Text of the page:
We must not let Israel’s singular focus be survival at the expense of all other Jewish values. We must continue to push Israel, as so many of her citizens do, to embody kindness, justice, and equity in all her endeavors – with her neighbors, her citizens of different faiths, her resident aliens, and yes – also with us her Jewish brothers and sisters that live an ocean apart.

We must not let our voices be ignored or delegitimized.

Let me be clear, I am a Zionist. A pro-Israel advocate, deeply committed to Israel’s progress and future as a Jewish State, within secure and defensible borders.

When I criticize Israel my critique is not of the Jewish people or our right to have a sovereign nation of our own, rather it is of certain policies and political maneuverings of the current Israeli government.

And I don’t criticize simply to complain, but rather because I believe deep in my heart that both as a Jew and as an American I have the ability to affect policy choices that change the reality on the ground. American lobbyist can demand that our leaders work towards true recognition and peaceful resolutions that address the legitimate needs of everyone involved.

And we do this not simply because we care about Israel, but because we care about Judaism. Without the vibrancy, art, language, and struggles of the Jewish state, Judaism might once again find itself minimized, stale and left sitting on the sidelines of history theorizing instead of impacting the world. When I say I’m a Zionist, I mean it. Our relationship with Israel is not simply for Israel’s benefit, it’s for Judaism’s as well.

Israel is applied Judaism –  it takes Jewish values and puts them into practice in a complex world.  As Jews, it is our obligation and privilege to participate in and take pride in this application of Jewish values and to hold Israel accountable to the best of what Judaism has to teach because we remember what Israel is really all about – applying Judaism’s unique voice and gifts to the world. Israel exists to be a platform for Jewish people to bring our 3,500-year-old tradition into conversation with modernity. That conversation is one we must all take part in.   Loudly. Bravely. We must speak up.

It is up to us to deeply engage in this relationship and demand more of our Jewish nation.

Even if it feels like we’re shouting into the wind, we must scream until there is no voice or breath left. For kindness, justice and equity cannot be negotiated away – not for any reason – not by any person – no matter his or her political position. Though heartbreaking it might be, we must work to bridge the divide between American Jewry and Israel and work to help Israel find her moral center.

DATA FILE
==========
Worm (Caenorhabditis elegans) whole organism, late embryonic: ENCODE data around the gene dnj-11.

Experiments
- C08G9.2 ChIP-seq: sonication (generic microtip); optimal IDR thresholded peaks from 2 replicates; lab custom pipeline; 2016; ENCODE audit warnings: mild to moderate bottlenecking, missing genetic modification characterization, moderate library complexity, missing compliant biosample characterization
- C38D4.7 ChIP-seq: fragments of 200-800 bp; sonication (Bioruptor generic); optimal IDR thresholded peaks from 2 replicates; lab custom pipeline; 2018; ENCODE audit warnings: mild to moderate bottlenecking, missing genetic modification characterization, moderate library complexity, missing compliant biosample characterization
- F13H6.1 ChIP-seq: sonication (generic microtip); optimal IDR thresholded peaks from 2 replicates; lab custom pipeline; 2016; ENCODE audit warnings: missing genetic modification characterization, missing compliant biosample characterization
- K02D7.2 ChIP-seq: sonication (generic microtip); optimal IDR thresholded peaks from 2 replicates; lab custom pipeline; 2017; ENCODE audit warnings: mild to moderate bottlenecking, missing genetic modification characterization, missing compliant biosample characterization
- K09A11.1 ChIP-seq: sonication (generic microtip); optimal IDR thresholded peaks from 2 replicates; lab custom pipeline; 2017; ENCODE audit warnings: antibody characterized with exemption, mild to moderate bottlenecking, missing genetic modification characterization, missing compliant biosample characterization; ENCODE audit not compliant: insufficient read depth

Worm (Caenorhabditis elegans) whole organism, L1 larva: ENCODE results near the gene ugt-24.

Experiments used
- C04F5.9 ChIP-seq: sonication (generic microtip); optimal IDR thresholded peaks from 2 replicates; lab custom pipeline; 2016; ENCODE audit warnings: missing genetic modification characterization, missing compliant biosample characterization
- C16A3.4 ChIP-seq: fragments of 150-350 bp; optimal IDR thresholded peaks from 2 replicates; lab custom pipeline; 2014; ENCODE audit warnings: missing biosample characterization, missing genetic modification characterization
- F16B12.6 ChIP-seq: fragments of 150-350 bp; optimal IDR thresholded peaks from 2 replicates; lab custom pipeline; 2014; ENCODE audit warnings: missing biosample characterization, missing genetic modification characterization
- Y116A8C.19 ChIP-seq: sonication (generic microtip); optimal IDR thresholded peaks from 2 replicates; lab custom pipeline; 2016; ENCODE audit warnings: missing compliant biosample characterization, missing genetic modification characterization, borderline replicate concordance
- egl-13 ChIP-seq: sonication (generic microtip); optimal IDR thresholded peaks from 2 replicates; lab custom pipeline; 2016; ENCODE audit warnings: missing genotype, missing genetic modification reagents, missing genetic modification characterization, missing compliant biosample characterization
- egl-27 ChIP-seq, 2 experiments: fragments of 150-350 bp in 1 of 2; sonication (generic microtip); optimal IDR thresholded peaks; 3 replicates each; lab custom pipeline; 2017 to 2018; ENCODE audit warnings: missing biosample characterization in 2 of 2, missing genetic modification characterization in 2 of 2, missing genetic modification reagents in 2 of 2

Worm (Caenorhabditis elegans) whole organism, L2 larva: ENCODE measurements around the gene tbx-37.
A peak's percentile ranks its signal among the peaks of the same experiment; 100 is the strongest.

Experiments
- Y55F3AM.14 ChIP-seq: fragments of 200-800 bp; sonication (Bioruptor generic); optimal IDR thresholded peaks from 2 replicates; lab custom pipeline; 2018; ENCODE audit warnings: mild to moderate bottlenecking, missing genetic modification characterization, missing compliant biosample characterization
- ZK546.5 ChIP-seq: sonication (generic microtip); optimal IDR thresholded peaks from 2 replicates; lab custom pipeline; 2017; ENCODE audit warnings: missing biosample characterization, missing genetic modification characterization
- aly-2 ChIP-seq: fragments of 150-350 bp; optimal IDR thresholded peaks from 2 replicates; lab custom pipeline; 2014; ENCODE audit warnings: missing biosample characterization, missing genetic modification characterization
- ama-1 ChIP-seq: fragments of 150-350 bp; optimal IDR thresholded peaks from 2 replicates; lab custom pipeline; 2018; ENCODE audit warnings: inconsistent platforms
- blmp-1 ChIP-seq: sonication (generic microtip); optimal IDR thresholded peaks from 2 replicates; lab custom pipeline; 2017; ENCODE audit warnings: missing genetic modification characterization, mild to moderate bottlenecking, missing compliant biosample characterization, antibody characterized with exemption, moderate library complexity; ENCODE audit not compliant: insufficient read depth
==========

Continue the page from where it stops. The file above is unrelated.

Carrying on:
We can do this by supporting Israeli organizations like Hiddush,or the Israel Religious Action Center. Progressive Israeli organizations that fight for religious freedom and equality for all.

We can stand by Women of the Walland support their right to gather and pray safely.

We can read and give voice to those in Israelwho share our painand hopesfor who Israel is and who she can yet be.

We can support organizations like the New Israel Fund and the Shalom Hartman Institute, brave enough to work on sustaining Israel’s soul, not solely her security.

We can stay informed and speak up, demanding that our Jewish state not ignore the rest of world Jewry. For as my Uncle would say to me, ‘All Jews are Israeli citizens in the making.’ Meaning that, as a result of the Law of Return, Diaspora Jew *do* have a stake in Israel’s policy decisions.

We can speak with our Israeli friends and family, on the phone, in tweets, through Facebook posts, and any method we may have at our disposal.  We can remind them that this election is no longer about whether or not they like specific people, but rather whether or not they want to see Israel continue as a strong democracy.

Israeli political norms are being tested. We need to fight to make sure human rights, care for the refugee, pluralism and other liberal democratic Jewish values are given weight and attention in Israeli politics. We must fight to make sure racism and prejudice have no place in Israeli policy. We need to lobby American leaders about the importance of Israel remaining a trusted partner with shared values.

We may not have a vote in Israel this April, but we have a voice in our Jewish future nonetheless. Let your voice be heard.

Lean in.

Speak up.

Help Israel stand on the right side of history.